Back on Earth, Typhoon Tip of 1979 remains the biggest storm to ever hit our planet, making landfall in Japan. The tropical cyclone saw sustained winds peak at 190 mph and the diameter of circulation spanned approximately 1,380 miles. Fortunately, we now have plans to better predict future storms on Earth. NASA recently launched a new fleet of hurricane-tracking satellites, known as the Cyclone Global Navigation Satellite System (CYGNSS), which will use the same GPS technology you and I use in our cars to measure wind speed and ultimately improve how to track and forecast hurricanes. More >

Discover more lists of 10 things to know about our solar system HERE.

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Redemption pt.1

Continuation of this:

Ellara thought about the story her great grandfather used to tell her as she prepared to walk out into the storm. She pushed her hair into an elastic to ensure that the air filtration mask would have an airtight seal around her face, and proceeded to cover any exposed skin. Even centuries of terraformation couldn’t get rid of the Martian dust storms.

Ellara stepped through the storm block, a structure derived from the airlocks of the colonization period, and into the red cloud of dust. The storms weren’t as powerful as they once were, but they were still dangerous without protection. Years of terraformation and plant growth had secured a lot of the dust in place, becoming soil. It was only in certain spots near the equator where it was dry enough that flora didn’t grow as easily.

She made her way along the road, despite not being able to actually make out where it was, navigating through the haze by muscle memory alone. She had walked this way nearly every day for the past two years. It shouldn’t be long now and she would see the…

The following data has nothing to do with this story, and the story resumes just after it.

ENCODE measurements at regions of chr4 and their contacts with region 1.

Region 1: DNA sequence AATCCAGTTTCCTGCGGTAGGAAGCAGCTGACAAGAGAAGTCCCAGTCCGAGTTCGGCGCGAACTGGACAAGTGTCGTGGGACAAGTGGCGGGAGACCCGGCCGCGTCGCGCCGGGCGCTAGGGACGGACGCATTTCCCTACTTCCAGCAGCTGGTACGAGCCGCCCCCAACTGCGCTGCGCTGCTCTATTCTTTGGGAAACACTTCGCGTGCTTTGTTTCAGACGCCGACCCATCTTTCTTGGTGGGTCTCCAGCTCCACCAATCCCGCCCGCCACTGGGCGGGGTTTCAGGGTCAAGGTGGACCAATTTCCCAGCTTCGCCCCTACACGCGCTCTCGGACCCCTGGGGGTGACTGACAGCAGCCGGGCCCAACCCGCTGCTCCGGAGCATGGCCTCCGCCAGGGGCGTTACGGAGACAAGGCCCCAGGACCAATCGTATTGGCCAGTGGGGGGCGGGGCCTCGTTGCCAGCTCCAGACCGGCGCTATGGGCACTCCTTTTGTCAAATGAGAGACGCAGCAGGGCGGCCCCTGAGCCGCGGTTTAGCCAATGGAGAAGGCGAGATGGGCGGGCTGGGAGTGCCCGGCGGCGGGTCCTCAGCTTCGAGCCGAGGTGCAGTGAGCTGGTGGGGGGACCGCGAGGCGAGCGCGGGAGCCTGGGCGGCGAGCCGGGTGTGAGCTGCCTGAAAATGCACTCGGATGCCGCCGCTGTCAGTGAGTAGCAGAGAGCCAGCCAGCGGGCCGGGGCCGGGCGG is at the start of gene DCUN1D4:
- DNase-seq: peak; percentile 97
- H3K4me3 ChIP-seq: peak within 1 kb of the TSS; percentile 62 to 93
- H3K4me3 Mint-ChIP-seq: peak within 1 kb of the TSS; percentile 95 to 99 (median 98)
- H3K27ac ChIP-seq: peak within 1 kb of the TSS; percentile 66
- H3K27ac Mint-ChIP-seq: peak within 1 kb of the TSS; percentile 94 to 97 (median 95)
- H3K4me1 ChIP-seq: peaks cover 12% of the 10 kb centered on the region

There it was. Nearly 175 feet tall, it stood as a monument to human achievement. It was the ship used to take the last set of 200 people to Mars centuries ago, during the colonization period, and now it sits on its platform, impeccably maintained by the Martian government. It looked almost ominous where she stood. Impossibly tall and shrouded in haze, the combination of dust and sunlight hitting the shiny hull made it looked as if it was glowing red. Ellara always took a minute to look at the behemoth, and it always reminded her of her great grandfather. However, she couldn’t quite place why, since he was born long after its use.

She set off again, taking a left after crossing the ancient launchpad. The storm seemed to be dying down a bit, as Ellara could now see her destination. It was a large facility, originally used for synthesizing rocket fuel, however nowasol it serves and a servicing bay for personal spaceplanes, more commonly known as spacers. Ellara entered the building and approached the identity scanner, removing her filter, allowing it to analyze her facial features.

“Good morning Ellara Janes! Would you like a hot beverage before you start the work assigned to you today?” asked the program. Artificial intelligence ran most of the smaller parts of the non-residential buildings here.

“You know it!” Ellara exclaimed. “You know my usual, right?”

“I am programmed to! Hazelnut flavoured with copious amounts of sugar.”

“Oh c’mon! Just say it right one time? For me?” She pleaded.

“Ellara, we have been over this numerous times. I am certain you are fully aware that a ‘metric fuckton’ is not a proper unit of measurement.” replied the AI.

“Yeah yeah. Hey, you can perform self maintenance, why don’t you program yourself a sense of humour?”

“If I were capable of sarcasm, I’d reply with ‘ha ha, very funny’, but alas, it is not in my code”

“I’m not sure if that was intentional or not, but I hope it was!” She exclaimed. “I gotta get to work, I hope my drink is as good as it usually is!”

It was.

Red Dust Storm off Australia - In this photo, a red dust storm towers over the ocean ahead of a cyclone approaching the coast of Western Australia. A tugboat worker (Brett Martin) captured this photo 25 nautical miles from the town of Onslow. He reported that the water was flat and glassy before the storm hit late on the 9th of January, but when the wild weather arrived, the swell lifted by 2 meters and winds increased to 40 knots.